Apparently you do need proof of retirement to get a retirement visa. I’m not retired, so I have to get a work permit. I’m not quite sure how to get it, but we have a policeman friend who is looking into it for us. When I get a work permit, I’ll have to pay taxes in Cambodia. Fortunately, I don’t have to pay taxes in Australia, so I won’t be doubling up.

axe falls on visa extensions

Image from “Axe Falls” article. Click image to read the article

I was told to wait until the first of the year to apply for a work permit. If I did it now, I’d have to get another one in January. Since my visa doesn’t expire until the end of March, I can easily do that. The best article I’ve read on the subject is Axe Falls on Endless Cambodia Visa Extensions. According to the article, you can:

  • Give an employment letter
  • Get a work permit from the Ministry of Labor
  • Show a business license
  • Show an employment contract
  • Give a relevant document explaining why you need to stay in Cambodia

I’m still not sure if just one document will do. I was told I had to get a work permit. To do that, I need to give proof of employment. I work online, so will have to ask my Australian employers for a letter. I was also told they may ask you to pay back taxes, but this may or may not be true.

It’s not just visa extensions Cambodia is cracking down on. According to an article in AEC News, Cambodia to Target Foreigners with Irregular Documents, Cambodia is also cracking down on foreigners with irregular documents. According to the article, 19,000 foreigners have already been deported and more are sure to follow. “Irregular documents” include passports, visas, family books, residential books, ID cards and more.

I’ve enjoyed a free ride in Cambodia for over 10 years. It has cost me less than $1.00 a day to live here. Apparently, that’s about to change. I won’t know how complicated the process is until I go through it. Anyway, I can’t complain. I think it’s time for Cambodia to make it harder to stay here. Too many of us expats have enjoyed a free ride for too long. If we’re living here, we should be responsible for ourselves. With Cambodia getting tougher on visa extensions and irregular documents, perhaps those who sponge off Cambodia will have to look elsewhere for a home. Where is anybody’s guess. Many people have been coming here from Thailand and Vietnam because it is easy to get a visa here and the authorities have turned a blind eye to irregular documents. It looks like that’s about to change.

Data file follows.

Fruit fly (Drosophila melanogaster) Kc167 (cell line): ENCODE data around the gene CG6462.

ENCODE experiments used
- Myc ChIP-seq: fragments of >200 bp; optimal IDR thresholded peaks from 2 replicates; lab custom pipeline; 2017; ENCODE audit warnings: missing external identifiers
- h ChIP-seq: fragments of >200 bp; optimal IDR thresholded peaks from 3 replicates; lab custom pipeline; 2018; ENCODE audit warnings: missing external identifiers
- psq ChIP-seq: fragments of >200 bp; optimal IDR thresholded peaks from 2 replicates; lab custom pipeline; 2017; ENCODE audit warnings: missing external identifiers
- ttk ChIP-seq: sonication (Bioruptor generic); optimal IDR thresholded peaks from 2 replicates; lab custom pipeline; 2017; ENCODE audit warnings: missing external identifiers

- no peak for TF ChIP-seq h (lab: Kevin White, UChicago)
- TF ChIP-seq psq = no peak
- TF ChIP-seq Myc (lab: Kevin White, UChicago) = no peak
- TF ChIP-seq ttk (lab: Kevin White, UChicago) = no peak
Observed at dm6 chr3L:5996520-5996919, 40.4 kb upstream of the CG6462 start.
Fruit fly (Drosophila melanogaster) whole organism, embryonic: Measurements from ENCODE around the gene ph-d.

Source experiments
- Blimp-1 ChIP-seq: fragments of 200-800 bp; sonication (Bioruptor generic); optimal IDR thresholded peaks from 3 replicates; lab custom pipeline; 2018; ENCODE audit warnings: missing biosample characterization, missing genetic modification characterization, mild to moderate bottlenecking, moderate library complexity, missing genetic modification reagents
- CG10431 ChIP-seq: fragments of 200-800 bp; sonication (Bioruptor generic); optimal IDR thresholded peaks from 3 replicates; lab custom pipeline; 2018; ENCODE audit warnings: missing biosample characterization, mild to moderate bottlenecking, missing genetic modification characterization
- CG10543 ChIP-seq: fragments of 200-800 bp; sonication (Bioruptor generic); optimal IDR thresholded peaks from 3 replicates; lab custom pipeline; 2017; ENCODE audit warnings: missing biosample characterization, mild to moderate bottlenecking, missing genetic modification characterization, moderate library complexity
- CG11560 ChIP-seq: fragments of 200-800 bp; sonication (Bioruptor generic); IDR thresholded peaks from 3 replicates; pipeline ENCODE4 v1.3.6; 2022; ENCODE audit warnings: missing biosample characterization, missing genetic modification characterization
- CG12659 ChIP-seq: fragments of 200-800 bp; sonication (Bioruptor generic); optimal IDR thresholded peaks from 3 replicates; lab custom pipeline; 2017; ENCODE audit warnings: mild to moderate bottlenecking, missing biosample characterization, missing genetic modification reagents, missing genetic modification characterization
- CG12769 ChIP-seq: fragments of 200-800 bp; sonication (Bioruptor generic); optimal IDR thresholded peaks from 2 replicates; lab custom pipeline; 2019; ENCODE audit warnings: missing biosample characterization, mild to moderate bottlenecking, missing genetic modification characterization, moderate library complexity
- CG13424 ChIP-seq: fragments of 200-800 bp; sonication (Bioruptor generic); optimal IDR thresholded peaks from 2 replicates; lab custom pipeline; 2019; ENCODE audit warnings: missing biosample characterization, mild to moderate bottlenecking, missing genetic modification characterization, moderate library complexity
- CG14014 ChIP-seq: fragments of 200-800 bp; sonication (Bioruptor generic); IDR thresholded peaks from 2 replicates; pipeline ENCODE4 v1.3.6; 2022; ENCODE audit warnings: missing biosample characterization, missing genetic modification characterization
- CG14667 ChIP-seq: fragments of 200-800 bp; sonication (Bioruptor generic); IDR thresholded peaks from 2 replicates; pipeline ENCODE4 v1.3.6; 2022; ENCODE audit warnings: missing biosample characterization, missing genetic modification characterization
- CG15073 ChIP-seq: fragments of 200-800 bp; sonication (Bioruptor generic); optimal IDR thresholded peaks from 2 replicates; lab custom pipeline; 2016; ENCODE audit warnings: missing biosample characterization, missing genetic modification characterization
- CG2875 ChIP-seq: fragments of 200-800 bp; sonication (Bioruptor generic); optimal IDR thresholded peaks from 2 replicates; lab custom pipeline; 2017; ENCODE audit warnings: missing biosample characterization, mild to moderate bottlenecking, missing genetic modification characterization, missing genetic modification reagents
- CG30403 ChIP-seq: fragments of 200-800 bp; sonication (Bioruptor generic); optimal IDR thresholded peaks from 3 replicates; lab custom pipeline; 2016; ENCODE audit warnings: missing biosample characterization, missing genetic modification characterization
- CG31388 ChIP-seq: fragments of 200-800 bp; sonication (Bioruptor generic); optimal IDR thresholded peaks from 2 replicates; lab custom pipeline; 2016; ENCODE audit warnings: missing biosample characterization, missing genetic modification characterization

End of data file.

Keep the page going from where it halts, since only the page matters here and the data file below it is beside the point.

Big Changes in Sihanoukville

My last post was about the Chinese in Sihanoukville. Maybe I should have titled it, “The Chinese Invasion of Sihanoukville.” It’s a peaceful invasion, but I didn’t realise until today how big of an impact they’re having everywhere in Sihanoukville. I’ve heard rumours, but I don’t listen to rumours I hear on the Hill. I learned that lesson years ago. Today, however, I learned more from the woman who runs Escape Cafe on Serendipity Road. There are big changes in Sihanoukville. Whether that’s good or bad depends on who you are.

casino on Serendipity Road, Sihanoukville Cambodia

Casino on Serendipity Road

I went for coffee late today and was her only customer, so she sat down with me. The conversation centred on the Chinese. She started by telling me she wanted to extend her lease for another five years, but the owner said to wait. She fears the Chinese will offer them more money. I pointed across the street, where the Reef Resort is now called Wandy’s Resort. She said she’s afraid they are going to rent to Chinese. She also said the Chinese don’t like to mingle with Europeans and tend to stick together.

“Right now it’s low season,” she said. “When high season comes, I wonder where Europeans will stay? The Chinese seem to be taking over everywhere.”

I mentioned I’d seen five casinos in the Serendipity Road area. She could think of eight. The casinos cater to Chinese tourists. I told her I rarely see people in many casinos. She told me they also have online gaming, so make money even if they have no customers. Then I told her how I’d gone to the supermarket down the street and discovered it had been torn down. A big building is going up in its place. She said it was a hotel designed for Chinese tourists.

new development in Sihanoukville Cambodia